Total Pageviews

Monday, 9 February 2015

Parliamentary democracy in The Age of Wisdom

An interesting guy featured in my favourite Sunday evening TV broadcast: Ricardo Semler, a Brazilian businessman and novelist (1959). One of his remarks was about intelligence and wisdom: too much intelligence does not create wisdom. Immediately I was reminded of what a headhunter once said to me: the word too - like in too much - never indicates anything good.

Ricardo Semler used the example of today's employee hiring processes that all look for the best and brightest. Nevertheless, most of these companies will turn into oblivion within decades. Hiring the best and brightest may even be a recipe for disaster, he said, while referring to the banking industry. According to him any organisation needs to reflect the ordinary world to maintain sustainability.

Pooling intelligence in organisations that are driven by short term gains will obviously direct that intelligence towards their short term goals. One cannot expect wisdom to appear where greed rules.

Ricardo Semler also wondered when the Age of Wisdom would finally start given the advances in intelligence that we had made. We do admire wise men like Mahatma Gandhi, Martin Luther King, Nelson Mandela but would we elect them in office today? Usually we prefer to elect the people into office who promise us the things we want although we know that they will not be able to deliver.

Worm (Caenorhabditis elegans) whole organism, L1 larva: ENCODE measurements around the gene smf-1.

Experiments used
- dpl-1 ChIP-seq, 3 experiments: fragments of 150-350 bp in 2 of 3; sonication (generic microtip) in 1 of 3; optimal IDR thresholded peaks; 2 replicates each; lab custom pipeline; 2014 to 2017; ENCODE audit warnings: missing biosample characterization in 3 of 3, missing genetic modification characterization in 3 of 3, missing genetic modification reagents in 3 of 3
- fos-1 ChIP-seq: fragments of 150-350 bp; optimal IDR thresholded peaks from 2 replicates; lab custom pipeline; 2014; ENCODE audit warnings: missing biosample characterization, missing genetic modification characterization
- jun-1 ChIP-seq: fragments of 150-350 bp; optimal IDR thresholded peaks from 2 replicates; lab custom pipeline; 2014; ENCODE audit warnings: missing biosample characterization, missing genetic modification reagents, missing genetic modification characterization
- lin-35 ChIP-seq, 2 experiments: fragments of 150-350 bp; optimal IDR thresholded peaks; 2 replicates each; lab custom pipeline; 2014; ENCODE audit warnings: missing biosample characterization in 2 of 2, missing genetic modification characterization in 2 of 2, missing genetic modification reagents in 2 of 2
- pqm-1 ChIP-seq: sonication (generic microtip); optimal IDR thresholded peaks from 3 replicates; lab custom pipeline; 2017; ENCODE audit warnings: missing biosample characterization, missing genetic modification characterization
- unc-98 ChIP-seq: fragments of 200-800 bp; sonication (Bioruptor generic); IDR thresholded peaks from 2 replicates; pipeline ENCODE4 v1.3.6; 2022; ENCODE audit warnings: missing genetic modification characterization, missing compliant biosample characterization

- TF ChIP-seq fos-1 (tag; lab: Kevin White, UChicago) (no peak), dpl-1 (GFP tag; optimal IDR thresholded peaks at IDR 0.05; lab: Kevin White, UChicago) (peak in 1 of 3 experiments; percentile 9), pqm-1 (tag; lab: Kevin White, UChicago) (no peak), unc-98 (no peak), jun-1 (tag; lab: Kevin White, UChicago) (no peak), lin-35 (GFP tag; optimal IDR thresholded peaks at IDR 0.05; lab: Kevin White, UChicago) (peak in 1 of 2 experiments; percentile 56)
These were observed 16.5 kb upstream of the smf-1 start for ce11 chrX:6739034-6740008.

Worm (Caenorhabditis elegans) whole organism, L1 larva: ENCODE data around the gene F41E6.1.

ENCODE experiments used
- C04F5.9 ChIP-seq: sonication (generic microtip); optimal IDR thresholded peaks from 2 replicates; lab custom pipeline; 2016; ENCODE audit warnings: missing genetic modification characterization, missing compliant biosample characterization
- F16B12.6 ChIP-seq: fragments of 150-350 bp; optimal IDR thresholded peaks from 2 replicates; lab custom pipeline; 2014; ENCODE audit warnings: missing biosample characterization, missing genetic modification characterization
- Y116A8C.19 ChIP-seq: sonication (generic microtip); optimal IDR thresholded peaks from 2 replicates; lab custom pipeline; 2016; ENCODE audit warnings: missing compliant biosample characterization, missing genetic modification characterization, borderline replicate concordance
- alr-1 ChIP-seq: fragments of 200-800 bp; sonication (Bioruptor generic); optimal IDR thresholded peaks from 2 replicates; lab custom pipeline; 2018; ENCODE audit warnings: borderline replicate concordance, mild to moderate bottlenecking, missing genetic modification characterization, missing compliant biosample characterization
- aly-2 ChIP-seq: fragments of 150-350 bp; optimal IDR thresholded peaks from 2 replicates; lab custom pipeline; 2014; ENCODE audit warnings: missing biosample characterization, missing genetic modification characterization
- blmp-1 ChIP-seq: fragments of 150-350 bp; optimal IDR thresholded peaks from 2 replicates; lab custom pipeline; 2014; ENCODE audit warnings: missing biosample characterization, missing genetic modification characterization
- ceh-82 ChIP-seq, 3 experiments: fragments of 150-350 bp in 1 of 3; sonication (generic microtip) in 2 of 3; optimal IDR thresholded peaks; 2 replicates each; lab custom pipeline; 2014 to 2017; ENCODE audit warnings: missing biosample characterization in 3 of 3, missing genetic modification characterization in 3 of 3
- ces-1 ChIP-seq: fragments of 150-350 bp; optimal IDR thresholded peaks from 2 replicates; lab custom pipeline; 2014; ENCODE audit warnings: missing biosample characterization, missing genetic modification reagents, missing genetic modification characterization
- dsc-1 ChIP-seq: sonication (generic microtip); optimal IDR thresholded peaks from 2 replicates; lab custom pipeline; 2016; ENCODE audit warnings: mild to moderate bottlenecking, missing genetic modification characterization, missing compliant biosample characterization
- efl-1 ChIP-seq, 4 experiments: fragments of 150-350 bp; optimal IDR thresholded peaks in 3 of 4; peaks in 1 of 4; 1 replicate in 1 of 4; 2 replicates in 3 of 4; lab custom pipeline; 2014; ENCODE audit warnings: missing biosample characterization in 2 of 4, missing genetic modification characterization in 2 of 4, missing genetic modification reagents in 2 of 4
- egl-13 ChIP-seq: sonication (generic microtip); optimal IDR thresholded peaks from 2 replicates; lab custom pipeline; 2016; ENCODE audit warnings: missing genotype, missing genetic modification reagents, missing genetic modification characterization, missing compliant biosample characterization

We admire wise men as they provide a moral compass but we may not often listen to their wisdom as doing good and right may be boring. The mere existence of wise men already makes us feel less guilty about our own shortcomings.

The Age of Wisdom will never arrive as long as we keep on electing new people with new promises into office each 4 years. The Age of Wisdom and parliamentary democracy do not go well together. Most other systems have failed too. Usually as personal interests prevail over common interests.

The continued decline in voter turnout in mature parliamentary democracies illustrates that voters no longer believe that voting makes a difference. Parliamentary democracy is on its return yet there is no alternative in sight. A declining voter turnout even allows outliers to gain more relative power than deserved. Hence power becomes more fragmented and governing even more complicated.

The Age of Wisdom may thus well require people to waive their political rights.

In what situation would the majority of people be prepared to do such? Some elements that come up for consideration are a healthy balance between equality and inequality, food, housing, education, healthcare and obviously entertainment. Like in ancient Rome: give the people bread and circuses and they will be satisfied and will not revolt.

The Age of Wisdom may well evolve towards a technocracy, until now a hypothetical concept.

A technocracy is a form of organisational structure or system of governance where decision-makers were selected on the basis of their expert knowledge. Source: Wikipedia.

Although The Age of Wisdom may finally feel achievable, Greed and Power remain its Nemesis.